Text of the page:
When The Rolling Stones played halftime at the Super Bowl Mick Jagger joked while introducing “Satisfaction” that they could have played that song at Super Bowl I. Yes, the Stones and the Super Bowl are the same age. Makes you realize the range of very disparate energies that were birthed in the 60’s. But as they’ve come together 40 years later, it also makes me think of the not-usually thought-of comparisons between the generally corporate, Republican-leaning, violent, conformist tendencies of the NFL and the generally progressive, leftist, peace-first leanings of rock and roll.
(For an interesting in-depth analysis of the dehumanizing side of the NFL check out former St. Louis Cardinal Dave Meggyesy’s memoir “Out of Their League”).
Still, I’m from Pittsburgh and my coming-of-age coincided with the Steelers’ coming-of-age and their miraculous “Immaculate Reception” by which they won their first-ever playoff game in the final seconds and mystically launched themselves into the dynasty of the 70’s.
There’s something about teamwork, the zen of making a play, rising against the odds, and the elements of fate and chance that puts sports into the realm of Right Action, just like music.
As the football season closes this year with the big prize for my hometown team, I’d like to reprint here part of the Famous Last Words gig announcement I wrote for a benefit show we played last month for Code Pink, in which sports, social action, and Wills Shakespeare and Burkart combine to lay down some serious philosophy. (For the record, at the show I put on my Hines Ward jersey for our last song, a cover of “Folsom Prison Blues”.)
Here goes, sports fans, music lovers, and socially-conscious human beings:
FLW Friends and Fans:
We're playing a full-band electric show this Thursday 1/19 at the Starry Plough in Berkeley. The show will be "3 bands throwing down a socially conscious vibe" and benefit the very cool Code Pink campaign (More on them later in this email). The other bands are Robert Temple and his Soul Folk Ensemble, and Dynamic. "Americana, Soulfolk, and Neosoul-hip hop" as the press release says,
We're on first so show up at 9:00!
In a week that begins with Martin Luther King Day, how can you not follow the alignment of the stars to show up and do your part to make the world a better place?
As we all know, the world is crazy:
Witness the insanity, sports fans, of the Steelers' up and down, topsy-turvy, heart-stopping victory over the formerly charmed/suddenly cursed Indianapolis Colts yesterday.
It was a game with mythic implications both on-field and off, too many to go into here except to say:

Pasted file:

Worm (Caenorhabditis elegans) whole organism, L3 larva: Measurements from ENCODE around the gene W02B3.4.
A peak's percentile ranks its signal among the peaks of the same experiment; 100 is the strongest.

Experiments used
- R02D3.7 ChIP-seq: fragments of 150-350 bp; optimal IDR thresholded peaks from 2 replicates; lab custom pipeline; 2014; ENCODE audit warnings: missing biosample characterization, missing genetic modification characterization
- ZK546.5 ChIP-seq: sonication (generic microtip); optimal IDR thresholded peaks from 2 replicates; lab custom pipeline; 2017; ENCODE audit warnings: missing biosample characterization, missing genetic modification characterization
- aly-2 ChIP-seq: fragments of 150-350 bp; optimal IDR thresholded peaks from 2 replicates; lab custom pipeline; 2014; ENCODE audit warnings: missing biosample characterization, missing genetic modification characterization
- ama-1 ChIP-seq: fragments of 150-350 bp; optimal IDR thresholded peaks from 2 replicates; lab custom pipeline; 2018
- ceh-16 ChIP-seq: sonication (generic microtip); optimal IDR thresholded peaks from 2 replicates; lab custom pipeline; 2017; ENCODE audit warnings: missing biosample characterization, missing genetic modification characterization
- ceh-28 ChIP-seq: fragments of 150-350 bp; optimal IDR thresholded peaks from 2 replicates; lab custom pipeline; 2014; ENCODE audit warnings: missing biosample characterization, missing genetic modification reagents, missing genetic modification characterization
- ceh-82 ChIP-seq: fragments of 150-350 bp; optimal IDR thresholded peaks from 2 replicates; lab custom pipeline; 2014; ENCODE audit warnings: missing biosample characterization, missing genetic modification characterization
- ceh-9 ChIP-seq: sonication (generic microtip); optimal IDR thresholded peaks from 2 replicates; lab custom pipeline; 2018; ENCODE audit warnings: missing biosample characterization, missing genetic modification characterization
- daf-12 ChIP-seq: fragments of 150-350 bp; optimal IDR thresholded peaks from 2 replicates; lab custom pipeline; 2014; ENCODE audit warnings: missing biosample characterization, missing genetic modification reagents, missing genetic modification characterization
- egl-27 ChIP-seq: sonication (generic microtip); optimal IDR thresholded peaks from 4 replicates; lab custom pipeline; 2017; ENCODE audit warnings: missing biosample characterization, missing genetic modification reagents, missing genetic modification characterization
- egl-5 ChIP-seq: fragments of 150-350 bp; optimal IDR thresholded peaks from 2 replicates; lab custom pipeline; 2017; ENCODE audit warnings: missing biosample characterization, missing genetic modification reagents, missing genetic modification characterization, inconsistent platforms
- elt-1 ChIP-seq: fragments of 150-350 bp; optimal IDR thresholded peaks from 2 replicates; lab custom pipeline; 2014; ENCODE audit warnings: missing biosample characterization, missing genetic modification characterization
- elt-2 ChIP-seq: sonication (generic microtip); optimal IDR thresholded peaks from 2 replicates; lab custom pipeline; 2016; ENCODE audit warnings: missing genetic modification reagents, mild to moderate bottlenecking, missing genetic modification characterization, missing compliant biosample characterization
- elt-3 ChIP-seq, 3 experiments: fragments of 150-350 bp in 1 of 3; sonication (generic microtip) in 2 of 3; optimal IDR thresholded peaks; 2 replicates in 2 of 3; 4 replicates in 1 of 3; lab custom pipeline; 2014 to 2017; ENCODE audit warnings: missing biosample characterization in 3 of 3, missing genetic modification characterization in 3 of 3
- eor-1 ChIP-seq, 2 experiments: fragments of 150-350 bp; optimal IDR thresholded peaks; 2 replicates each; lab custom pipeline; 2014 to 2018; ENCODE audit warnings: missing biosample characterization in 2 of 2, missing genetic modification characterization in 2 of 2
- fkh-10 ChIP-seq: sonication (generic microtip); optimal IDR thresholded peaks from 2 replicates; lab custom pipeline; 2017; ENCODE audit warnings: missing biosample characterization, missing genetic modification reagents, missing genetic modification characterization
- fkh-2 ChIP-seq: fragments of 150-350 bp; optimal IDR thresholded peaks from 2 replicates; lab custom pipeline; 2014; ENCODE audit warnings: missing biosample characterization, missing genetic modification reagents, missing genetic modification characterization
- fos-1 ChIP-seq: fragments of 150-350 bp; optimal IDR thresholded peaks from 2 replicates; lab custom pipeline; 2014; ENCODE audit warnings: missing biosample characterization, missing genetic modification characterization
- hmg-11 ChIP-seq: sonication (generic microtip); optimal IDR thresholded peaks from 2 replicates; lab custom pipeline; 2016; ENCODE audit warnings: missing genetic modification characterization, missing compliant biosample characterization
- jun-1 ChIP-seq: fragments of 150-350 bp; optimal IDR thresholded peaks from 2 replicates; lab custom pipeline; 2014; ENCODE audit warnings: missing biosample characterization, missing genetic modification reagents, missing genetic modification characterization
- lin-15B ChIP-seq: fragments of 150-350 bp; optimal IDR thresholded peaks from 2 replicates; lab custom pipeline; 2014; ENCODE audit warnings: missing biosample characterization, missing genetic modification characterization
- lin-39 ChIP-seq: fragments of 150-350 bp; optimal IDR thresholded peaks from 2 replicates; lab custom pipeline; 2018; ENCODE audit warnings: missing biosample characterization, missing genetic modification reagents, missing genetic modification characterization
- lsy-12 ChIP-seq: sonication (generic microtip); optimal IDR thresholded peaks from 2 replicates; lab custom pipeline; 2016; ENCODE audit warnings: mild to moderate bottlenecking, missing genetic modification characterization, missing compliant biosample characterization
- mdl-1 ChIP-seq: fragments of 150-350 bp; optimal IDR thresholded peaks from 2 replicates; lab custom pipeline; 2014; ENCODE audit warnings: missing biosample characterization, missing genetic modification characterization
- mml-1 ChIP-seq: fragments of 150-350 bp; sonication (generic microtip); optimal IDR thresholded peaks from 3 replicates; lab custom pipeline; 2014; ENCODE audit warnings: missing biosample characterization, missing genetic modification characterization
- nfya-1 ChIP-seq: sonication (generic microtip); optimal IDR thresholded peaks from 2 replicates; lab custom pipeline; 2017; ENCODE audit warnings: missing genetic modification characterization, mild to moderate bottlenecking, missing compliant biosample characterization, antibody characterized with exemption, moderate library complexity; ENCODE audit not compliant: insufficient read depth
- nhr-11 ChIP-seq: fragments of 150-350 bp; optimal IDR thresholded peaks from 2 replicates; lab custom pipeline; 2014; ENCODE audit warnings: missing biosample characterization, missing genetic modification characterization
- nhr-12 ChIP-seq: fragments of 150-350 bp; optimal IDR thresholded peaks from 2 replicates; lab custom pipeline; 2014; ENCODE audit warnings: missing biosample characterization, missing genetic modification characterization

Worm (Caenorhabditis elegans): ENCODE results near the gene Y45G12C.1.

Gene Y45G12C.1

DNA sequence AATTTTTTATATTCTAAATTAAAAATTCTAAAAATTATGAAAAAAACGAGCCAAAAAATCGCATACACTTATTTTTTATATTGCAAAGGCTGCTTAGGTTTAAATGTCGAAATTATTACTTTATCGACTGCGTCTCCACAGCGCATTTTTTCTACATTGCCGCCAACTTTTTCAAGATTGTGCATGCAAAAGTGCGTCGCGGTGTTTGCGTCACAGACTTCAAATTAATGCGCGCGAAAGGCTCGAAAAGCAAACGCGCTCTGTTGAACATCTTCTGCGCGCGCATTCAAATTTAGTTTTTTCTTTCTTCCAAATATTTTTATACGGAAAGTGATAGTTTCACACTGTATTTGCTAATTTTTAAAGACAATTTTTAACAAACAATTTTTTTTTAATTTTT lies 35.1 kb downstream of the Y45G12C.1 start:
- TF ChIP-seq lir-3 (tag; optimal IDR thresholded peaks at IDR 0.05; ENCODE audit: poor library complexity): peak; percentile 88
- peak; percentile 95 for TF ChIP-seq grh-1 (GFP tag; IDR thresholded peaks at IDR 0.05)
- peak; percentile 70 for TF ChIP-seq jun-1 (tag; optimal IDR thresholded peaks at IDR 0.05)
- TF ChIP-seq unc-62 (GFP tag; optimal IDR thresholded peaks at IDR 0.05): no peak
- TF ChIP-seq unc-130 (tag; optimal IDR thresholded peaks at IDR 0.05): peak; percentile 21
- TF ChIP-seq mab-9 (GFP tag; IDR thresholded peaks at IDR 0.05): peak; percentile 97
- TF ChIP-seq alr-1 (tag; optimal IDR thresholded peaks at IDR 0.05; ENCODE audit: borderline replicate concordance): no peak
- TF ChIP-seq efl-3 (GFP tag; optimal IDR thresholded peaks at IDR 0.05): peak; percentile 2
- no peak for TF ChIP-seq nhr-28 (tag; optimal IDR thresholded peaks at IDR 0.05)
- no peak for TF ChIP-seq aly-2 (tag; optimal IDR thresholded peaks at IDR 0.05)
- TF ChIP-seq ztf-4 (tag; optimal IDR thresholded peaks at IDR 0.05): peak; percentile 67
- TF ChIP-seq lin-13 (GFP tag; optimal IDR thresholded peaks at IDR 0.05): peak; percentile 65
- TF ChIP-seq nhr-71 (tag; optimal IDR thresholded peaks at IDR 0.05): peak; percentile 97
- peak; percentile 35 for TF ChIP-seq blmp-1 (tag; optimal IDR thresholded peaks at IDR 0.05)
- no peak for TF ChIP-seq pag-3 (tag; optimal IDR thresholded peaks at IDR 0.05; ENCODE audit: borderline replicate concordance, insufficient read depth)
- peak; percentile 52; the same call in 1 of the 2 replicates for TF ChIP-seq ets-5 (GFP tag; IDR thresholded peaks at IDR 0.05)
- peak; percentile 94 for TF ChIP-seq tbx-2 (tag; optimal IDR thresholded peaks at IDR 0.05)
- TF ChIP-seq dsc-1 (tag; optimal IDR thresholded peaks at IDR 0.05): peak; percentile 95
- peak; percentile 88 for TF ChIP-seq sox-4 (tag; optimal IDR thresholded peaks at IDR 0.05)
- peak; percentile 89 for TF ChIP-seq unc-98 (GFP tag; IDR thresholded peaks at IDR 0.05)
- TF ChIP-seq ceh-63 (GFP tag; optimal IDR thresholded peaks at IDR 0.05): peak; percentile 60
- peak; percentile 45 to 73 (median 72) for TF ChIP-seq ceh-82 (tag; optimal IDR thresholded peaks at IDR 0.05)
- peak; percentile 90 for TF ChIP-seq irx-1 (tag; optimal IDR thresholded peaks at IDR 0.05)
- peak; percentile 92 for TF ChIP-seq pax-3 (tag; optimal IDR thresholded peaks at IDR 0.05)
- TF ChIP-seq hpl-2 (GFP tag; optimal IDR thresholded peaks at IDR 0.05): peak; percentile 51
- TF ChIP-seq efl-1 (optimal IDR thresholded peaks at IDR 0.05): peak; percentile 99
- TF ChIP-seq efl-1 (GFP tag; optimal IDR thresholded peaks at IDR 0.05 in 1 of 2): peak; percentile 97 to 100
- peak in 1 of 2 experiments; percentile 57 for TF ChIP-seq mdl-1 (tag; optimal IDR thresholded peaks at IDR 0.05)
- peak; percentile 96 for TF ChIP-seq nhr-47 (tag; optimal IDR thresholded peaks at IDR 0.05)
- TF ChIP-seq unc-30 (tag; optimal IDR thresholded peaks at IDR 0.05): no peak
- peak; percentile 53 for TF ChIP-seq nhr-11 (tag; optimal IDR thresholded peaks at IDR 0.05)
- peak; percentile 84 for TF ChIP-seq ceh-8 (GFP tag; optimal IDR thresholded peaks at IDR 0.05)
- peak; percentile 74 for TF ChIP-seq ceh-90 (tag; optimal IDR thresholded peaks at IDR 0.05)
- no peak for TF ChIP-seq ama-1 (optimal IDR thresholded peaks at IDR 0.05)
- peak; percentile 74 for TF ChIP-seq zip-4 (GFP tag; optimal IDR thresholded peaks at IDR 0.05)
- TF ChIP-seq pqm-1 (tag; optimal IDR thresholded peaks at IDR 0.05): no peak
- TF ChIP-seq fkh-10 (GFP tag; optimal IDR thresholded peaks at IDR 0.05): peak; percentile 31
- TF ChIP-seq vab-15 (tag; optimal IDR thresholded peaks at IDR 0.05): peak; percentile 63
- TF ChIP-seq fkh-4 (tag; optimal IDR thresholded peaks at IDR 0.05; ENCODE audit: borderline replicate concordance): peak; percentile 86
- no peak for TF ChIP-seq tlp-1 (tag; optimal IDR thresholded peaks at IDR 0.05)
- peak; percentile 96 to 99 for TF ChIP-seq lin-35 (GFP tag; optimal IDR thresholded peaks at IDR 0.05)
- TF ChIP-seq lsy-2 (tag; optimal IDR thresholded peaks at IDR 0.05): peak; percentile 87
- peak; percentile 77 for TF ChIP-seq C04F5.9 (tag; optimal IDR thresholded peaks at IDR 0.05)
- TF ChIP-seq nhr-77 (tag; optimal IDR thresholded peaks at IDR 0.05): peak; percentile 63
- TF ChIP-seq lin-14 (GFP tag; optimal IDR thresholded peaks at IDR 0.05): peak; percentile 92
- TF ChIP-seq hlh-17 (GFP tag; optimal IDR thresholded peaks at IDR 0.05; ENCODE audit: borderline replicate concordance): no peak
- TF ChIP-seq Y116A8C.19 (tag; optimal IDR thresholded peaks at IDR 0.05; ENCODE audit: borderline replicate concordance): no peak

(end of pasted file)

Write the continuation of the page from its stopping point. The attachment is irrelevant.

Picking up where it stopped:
Inexplicable rulings from the powers-that-be referees, once-in-a-blue-moon occurrences in ironies that rival the ancient Greek dramatist Sophocles, and through it all the puny humans making greater-than-life efforts to snag that weirdly-shaped bizarrely bouncing bean of a ball, and each other.
"The agony and the ecstasy" observed my friend Steff Moody from his perch in Seattle, "which is ultimately meaningless"
I paused for a moment as that sunk in with more weight than I expected.
"It IS sports" I replied, "that you're referring to....?"
But MacBeth's famous lines from Shakespeare wouldn't leave my head:
"Life is but a walking shadow...
It is a tale told by an idiot,
Full of sound and fury,
Although they echoed nasally, like they were recited by Howard Cosell, they resonated with the existential despair the Bard intended.
I felt the creeping void and thought back to the game. In the closing minutes, our drummer Jeremy (who also came of age in the glory days of the Steel(er) City) and I had been on our feet, swearing at the TV and literally yelling "this reality is not happening!" as sure-handed Hall of Fame halfback Jerome Bettis in his final glorious season fumbled on a simple goalline plunge which the Colts scooped up, racing the other way all the way down the field, and impossible defeat was snatched from the sure jaws of victory - until quarterback Ben Roethlisberger made a backwards, falling, one-handed shoestring tackle that saved the game, the season, and at the time it seemed, life itself, at least for the moment.
He probably wasn't thinking of MacBeth. Maybe it was Gandhi in his head:
"Everything we do is futile, but we must do it anyway."
We live to fight - not necessarily with violence but hope. As Angel draws his sword and aims for the dragon in the overwhelming Apocalypse of his series finale, and as Butch Cassidy and the Sundance Kid make their 2-person suicidal stand against the Bolivian army.
Like Code Pink - a small group of Bay Area women on a peace mission to Afghanistan and Iraq, their name a symbol of hope against the color-coded "terror alert" system instituted by Bush/Cheney's hard-hearted Machiavellian reality.
Is it too obscure if I mention the Myth of Sisyphus saving Albert Camus (at least for a year or so) from existential despair? Sorry - I think sometimes I write to save myself - the same way I play. (But when I hear that whistle blowin'...)
And regardless, as Will Burkart enthused, "that was the greatest game I ever saw!"
Words to live by. And die. In fact, might it not be right action – if we could let THAT be our epitaph…
(Instead of confusion, as King Crimson feared in a beautiful song on their first record…)
And whether you leave this earthly Bowl with a win or a loss – it’s a much better final statement than “I’m going to Disney World”…